One of the features that is missing from C++11 are lockless queues. Therefore I have decided to write one myself.

A few remarks:

  • I know the code isn't technically lockless. However the lock is only used for a blocking call and can be omitted.

  • I have tested the code and it seems to work. However I found I had some trouble coming up with good tests. So if anybody has a good suggestion I'd be happy to hear them.

  • I'm aware of there being a good implementation for this in the Boost library. However I don't want to include Boost in all my projects. Just for this.

#include <atomic>
#include <memory>
#include <condition_variable>    

namespace threading
    template<typename T>
    class lockless_queue
        template<typename U>
        struct node
            friend class lockless_queue;
            node(const U data) :
                data(new U(data)),
            node(bool isDummy) :
            const bool isDummy;
            std::shared_ptr<U> data;
            std::shared_ptr<node<U>> next;

            m_head(new node<T>(true)),

            m_running = false;

        //adds a new element to the end of the array
        void produce(const T &&data)
            //bool indicating whether a notification should be sent after adding
            bool l_notifyUponAdding;

            //the new node to be added at the end of the array
            std::shared_ptr<node<T>> l_newNode(new node<T>(std::forward<const T&&>(data)));
            //pointer to the last node
            std::shared_ptr<node<T>> l_lastNode(std::atomic_load(&m_head));
            //value to compare the next of the last node with
            std::shared_ptr<node<T>> l_expectedNullPointer;
            //notify if this isn't the only node
            l_notifyUponAdding = l_lastNode->isDummy;

                while (l_lastNode->next)
                    l_lastNode = std::atomic_load(&(l_lastNode->next));
            } while (!std::atomic_compare_exchange_weak(&(l_lastNode->next), &l_expectedNullPointer, l_newNode));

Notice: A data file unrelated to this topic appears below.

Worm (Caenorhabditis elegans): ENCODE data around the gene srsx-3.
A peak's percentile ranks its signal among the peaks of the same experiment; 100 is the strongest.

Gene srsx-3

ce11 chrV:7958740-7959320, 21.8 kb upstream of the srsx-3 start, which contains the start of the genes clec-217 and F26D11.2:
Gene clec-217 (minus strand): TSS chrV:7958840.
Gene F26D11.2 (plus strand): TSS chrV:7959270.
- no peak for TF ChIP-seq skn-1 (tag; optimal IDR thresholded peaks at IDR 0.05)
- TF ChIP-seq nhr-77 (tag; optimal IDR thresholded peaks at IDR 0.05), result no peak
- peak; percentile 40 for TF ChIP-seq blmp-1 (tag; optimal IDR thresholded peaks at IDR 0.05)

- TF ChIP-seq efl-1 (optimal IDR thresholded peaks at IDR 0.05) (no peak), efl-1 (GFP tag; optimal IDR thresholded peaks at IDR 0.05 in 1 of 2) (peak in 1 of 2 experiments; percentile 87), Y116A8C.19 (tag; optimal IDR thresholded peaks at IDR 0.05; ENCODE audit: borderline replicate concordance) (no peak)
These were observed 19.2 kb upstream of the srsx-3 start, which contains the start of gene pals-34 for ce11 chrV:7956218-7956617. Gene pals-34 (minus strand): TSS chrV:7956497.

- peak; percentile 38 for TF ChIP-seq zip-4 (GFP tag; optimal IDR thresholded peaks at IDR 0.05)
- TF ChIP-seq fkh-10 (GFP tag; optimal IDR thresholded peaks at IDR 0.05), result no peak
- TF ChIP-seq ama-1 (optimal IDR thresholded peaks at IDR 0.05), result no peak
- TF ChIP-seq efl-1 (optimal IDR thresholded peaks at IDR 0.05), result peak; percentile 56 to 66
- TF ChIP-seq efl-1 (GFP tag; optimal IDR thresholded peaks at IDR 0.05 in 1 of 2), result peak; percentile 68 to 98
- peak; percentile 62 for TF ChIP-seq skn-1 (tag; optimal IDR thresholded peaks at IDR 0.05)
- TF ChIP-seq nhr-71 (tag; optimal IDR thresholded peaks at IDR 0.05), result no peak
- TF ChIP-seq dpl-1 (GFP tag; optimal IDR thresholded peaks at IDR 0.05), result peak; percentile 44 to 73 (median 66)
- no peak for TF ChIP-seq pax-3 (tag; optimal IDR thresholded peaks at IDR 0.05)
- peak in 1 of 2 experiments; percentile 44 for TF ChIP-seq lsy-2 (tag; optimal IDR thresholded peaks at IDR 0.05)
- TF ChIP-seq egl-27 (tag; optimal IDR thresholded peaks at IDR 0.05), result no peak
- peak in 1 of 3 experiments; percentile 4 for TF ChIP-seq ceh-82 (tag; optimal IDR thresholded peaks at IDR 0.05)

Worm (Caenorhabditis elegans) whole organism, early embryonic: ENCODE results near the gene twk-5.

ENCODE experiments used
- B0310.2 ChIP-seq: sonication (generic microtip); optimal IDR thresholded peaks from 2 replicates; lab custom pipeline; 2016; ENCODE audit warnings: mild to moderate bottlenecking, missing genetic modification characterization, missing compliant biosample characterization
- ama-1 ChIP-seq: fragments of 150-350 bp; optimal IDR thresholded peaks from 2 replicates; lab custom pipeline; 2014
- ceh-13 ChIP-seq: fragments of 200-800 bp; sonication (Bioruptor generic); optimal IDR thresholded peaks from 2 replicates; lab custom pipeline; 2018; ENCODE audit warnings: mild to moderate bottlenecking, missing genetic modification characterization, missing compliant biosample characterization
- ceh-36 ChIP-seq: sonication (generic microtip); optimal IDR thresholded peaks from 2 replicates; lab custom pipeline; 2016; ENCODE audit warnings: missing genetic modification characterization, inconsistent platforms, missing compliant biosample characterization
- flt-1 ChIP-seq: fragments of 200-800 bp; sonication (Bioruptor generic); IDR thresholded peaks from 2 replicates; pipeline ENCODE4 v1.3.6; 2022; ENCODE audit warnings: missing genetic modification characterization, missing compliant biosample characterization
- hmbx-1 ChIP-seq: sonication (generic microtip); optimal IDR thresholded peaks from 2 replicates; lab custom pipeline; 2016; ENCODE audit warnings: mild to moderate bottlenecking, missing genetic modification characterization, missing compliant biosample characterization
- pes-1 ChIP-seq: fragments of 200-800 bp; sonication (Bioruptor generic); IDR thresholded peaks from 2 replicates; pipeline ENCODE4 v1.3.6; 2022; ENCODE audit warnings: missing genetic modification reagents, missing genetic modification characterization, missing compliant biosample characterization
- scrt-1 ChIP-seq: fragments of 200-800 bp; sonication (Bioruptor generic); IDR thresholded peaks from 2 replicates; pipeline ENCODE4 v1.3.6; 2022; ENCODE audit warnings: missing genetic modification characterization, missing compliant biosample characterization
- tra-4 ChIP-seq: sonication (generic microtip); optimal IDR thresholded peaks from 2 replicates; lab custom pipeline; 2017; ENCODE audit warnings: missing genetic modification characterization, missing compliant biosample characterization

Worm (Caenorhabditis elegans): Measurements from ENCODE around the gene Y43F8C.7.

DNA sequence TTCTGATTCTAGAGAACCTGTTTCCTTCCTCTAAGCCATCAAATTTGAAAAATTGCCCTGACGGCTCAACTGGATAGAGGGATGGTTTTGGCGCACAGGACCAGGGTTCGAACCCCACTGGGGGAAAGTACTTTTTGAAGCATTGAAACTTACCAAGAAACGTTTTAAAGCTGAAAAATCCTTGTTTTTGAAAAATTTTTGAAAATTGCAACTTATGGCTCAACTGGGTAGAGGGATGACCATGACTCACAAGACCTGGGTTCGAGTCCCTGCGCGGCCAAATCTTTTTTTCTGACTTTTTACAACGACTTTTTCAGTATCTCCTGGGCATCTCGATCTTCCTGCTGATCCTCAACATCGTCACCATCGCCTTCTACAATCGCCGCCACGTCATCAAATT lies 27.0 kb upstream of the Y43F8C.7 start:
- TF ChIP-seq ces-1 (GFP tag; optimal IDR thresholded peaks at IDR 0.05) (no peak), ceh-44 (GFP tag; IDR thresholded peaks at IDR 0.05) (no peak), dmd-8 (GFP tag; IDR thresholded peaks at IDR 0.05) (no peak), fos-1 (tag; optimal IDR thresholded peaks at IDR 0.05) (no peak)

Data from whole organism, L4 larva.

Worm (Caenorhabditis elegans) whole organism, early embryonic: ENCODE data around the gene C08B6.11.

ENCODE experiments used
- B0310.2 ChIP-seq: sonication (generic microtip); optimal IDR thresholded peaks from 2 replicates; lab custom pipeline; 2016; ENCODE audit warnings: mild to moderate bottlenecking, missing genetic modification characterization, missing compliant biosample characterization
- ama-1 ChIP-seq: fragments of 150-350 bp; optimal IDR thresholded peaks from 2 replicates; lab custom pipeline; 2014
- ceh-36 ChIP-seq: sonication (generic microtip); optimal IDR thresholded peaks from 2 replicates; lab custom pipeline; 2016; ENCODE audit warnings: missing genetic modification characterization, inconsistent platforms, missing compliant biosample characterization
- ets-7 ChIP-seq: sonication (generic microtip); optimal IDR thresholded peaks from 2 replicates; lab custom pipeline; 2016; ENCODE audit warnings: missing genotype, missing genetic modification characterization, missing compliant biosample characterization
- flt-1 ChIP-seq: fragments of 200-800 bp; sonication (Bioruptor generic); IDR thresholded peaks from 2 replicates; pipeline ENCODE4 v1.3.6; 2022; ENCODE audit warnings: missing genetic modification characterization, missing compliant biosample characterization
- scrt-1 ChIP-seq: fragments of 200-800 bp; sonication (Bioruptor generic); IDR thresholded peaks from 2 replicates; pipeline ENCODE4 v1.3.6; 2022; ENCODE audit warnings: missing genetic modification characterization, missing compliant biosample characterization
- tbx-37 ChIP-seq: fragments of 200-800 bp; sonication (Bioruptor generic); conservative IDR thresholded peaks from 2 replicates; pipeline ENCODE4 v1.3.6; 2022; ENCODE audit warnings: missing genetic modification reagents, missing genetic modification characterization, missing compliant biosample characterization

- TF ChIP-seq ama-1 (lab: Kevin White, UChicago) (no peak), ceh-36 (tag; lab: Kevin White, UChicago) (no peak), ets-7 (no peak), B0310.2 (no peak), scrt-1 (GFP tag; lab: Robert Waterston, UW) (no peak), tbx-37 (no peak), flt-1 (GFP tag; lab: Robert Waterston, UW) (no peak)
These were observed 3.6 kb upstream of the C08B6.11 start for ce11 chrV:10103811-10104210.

if (l_notifyUponAdding)

        //Removes an element from the end of the array
        std::shared_ptr<T> consume(bool blockingCall = false)

            //the pointer to the element we will consume
            std::shared_ptr<node<T>> l_head = std::atomic_load(&m_head);
            std::shared_ptr<node<T>> l_snack = std::atomic_load(&(l_head->next));

                //Check if the first node is null
                if (!l_snack)
                {   //and if it is :
                    if (blockingCall && m_running)//And this is a blocking call,
                        std::unique_lock<std::mutex> l_newDataWaiterLock(m_newDataWaiterMutex);
                        while (!l_head->next)
                            m_newDataWaiter.wait(l_newDataWaiterLock);//we block until

                            if (!this || !m_running)//break if the object was destroyed during the wait
                                return nullptr;

                            l_snack = std::atomic_load(&(l_head->next));
                        }// the load yields a head that is not null(to avoid unnecessary calls on spurious wake ups)
                    else//And this is not a blocking call we 
                        return nullptr;
            /*Not that if the atomic CAS fails The new l_snack gets updated. Since it might also be updated to nullptr if another
                thread has consumed the last node. We will have to check for this again. Hence the do while loop
            while (!std::atomic_compare_exchange_weak(&(l_head->next), &l_snack, l_snack->next));

            if (l_snack)
                return l_snack->data;
                return std::shared_ptr<T>();

        //should be used as atomic
        std::shared_ptr<node<T>> m_head;
        std::mutex m_newDataWaiterMutex;
        std::condition_variable m_newDataWaiter;
        bool m_running;

  • 1